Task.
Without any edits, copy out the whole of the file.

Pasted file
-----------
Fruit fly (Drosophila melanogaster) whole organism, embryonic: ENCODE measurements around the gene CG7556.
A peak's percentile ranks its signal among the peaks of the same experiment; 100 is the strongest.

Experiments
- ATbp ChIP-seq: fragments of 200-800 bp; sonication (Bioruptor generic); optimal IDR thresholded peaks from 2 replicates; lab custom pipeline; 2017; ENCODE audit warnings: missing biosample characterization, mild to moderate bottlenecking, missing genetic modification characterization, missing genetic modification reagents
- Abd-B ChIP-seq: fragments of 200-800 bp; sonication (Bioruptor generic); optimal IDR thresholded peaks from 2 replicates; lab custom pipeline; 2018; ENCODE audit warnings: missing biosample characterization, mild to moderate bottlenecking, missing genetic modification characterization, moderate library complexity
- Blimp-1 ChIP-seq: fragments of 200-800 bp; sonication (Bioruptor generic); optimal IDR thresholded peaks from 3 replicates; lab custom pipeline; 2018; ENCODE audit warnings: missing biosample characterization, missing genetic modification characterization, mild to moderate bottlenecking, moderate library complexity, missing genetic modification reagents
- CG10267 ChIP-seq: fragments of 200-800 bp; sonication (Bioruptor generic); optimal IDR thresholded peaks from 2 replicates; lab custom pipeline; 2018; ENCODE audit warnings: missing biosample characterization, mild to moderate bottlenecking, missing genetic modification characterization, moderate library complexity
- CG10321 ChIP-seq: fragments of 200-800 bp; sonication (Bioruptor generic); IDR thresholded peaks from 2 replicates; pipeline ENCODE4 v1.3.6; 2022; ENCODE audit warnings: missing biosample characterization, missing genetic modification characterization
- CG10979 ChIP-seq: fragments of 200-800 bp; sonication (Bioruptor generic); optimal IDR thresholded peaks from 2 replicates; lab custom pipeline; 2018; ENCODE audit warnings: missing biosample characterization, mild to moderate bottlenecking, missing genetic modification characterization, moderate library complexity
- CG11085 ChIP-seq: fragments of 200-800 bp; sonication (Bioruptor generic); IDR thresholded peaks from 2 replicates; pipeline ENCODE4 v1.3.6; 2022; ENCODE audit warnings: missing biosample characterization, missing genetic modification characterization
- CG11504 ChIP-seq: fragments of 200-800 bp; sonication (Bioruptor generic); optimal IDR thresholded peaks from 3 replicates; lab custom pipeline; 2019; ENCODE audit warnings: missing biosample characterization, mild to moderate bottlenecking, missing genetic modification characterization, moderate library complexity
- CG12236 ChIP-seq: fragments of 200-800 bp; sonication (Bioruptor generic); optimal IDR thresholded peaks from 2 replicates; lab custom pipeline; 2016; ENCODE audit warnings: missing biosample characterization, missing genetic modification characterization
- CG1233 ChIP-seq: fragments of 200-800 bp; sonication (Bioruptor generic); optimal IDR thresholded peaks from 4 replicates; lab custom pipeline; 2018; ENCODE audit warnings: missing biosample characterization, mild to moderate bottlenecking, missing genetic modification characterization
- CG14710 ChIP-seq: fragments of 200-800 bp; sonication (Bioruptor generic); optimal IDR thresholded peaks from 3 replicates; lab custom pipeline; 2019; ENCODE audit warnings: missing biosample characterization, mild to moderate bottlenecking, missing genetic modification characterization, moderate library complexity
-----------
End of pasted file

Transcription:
Fruit fly (Drosophila melanogaster) whole organism, embryonic: ENCODE measurements around the gene CG7556.
A peak's percentile ranks its signal among the peaks of the same experiment; 100 is the strongest.

Experiments
- ATbp ChIP-seq: fragments of 200-800 bp; sonication (Bioruptor generic); optimal IDR thresholded peaks from 2 replicates; lab custom pipeline; 2017; ENCODE audit warnings: missing biosample characterization, mild to moderate bottlenecking, missing genetic modification characterization, missing genetic modification reagents
- Abd-B ChIP-seq: fragments of 200-800 bp; sonication (Bioruptor generic); optimal IDR thresholded peaks from 2 replicates; lab custom pipeline; 2018; ENCODE audit warnings: missing biosample characterization, mild to moderate bottlenecking, missing genetic modification characterization, moderate library complexity
- Blimp-1 ChIP-seq: fragments of 200-800 bp; sonication (Bioruptor generic); optimal IDR thresholded peaks from 3 replicates; lab custom pipeline; 2018; ENCODE audit warnings: missing biosample characterization, missing genetic modification characterization, mild to moderate bottlenecking, moderate library complexity, missing genetic modification reagents
- CG10267 ChIP-seq: fragments of 200-800 bp; sonication (Bioruptor generic); optimal IDR thresholded peaks from 2 replicates; lab custom pipeline; 2018; ENCODE audit warnings: missing biosample characterization, mild to moderate bottlenecking, missing genetic modification characterization, moderate library complexity
- CG10321 ChIP-seq: fragments of 200-800 bp; sonication (Bioruptor generic); IDR thresholded peaks from 2 replicates; pipeline ENCODE4 v1.3.6; 2022; ENCODE audit warnings: missing biosample characterization, missing genetic modification characterization
- CG10979 ChIP-seq: fragments of 200-800 bp; sonication (Bioruptor generic); optimal IDR thresholded peaks from 2 replicates; lab custom pipeline; 2018; ENCODE audit warnings: missing biosample characterization, mild to moderate bottlenecking, missing genetic modification characterization, moderate library complexity
- CG11085 ChIP-seq: fragments of 200-800 bp; sonication (Bioruptor generic); IDR thresholded peaks from 2 replicates; pipeline ENCODE4 v1.3.6; 2022; ENCODE audit warnings: missing biosample characterization, missing genetic modification characterization
- CG11504 ChIP-seq: fragments of 200-800 bp; sonication (Bioruptor generic); optimal IDR thresholded peaks from 3 replicates; lab custom pipeline; 2019; ENCODE audit warnings: missing biosample characterization, mild to moderate bottlenecking, missing genetic modification characterization, moderate library complexity
- CG12236 ChIP-seq: fragments of 200-800 bp; sonication (Bioruptor generic); optimal IDR thresholded peaks from 2 replicates; lab custom pipeline; 2016; ENCODE audit warnings: missing biosample characterization, missing genetic modification characterization
- CG1233 ChIP-seq: fragments of 200-800 bp; sonication (Bioruptor generic); optimal IDR thresholded peaks from 4 replicates; lab custom pipeline; 2018; ENCODE audit warnings: missing biosample characterization, mild to moderate bottlenecking, missing genetic modification characterization
- CG14710 ChIP-seq: fragments of 200-800 bp; sonication (Bioruptor generic); optimal IDR thresholded peaks from 3 replicates; lab custom pipeline; 2019; ENCODE audit warnings: missing biosample characterization, mild to moderate bottlenecking, missing genetic modification characterization, moderate library complexity